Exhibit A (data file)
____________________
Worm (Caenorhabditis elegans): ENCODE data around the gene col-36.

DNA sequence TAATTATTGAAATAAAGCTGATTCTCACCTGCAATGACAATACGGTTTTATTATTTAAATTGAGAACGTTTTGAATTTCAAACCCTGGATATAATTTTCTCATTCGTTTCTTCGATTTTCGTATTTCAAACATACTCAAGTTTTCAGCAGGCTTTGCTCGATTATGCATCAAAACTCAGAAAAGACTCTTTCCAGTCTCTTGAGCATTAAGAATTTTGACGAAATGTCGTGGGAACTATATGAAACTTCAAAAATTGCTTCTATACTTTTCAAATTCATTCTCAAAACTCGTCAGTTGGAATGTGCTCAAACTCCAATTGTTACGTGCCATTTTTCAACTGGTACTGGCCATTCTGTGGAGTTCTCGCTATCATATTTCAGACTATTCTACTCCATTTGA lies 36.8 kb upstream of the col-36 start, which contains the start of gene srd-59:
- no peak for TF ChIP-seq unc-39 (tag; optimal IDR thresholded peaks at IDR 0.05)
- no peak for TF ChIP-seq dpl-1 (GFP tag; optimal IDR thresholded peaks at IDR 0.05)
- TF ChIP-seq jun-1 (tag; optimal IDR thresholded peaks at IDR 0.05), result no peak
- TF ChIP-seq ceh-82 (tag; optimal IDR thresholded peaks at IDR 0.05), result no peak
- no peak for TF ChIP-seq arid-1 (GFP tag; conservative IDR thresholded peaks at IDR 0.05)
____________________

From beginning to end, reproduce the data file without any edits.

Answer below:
Worm (Caenorhabditis elegans): ENCODE data around the gene col-36.

DNA sequence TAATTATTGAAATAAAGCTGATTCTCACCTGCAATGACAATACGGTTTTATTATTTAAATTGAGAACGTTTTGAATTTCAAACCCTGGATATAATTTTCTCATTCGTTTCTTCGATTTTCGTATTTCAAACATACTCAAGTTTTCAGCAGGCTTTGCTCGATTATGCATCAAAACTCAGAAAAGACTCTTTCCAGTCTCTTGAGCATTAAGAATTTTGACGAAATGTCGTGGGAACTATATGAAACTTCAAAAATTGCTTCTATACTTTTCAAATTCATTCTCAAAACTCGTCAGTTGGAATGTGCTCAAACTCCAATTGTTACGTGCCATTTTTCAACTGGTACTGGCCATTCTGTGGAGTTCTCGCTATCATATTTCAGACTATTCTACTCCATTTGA lies 36.8 kb upstream of the col-36 start, which contains the start of gene srd-59:
- no peak for TF ChIP-seq unc-39 (tag; optimal IDR thresholded peaks at IDR 0.05)
- no peak for TF ChIP-seq dpl-1 (GFP tag; optimal IDR thresholded peaks at IDR 0.05)
- TF ChIP-seq jun-1 (tag; optimal IDR thresholded peaks at IDR 0.05), result no peak
- TF ChIP-seq ceh-82 (tag; optimal IDR thresholded peaks at IDR 0.05), result no peak
- no peak for TF ChIP-seq arid-1 (GFP tag; conservative IDR thresholded peaks at IDR 0.05)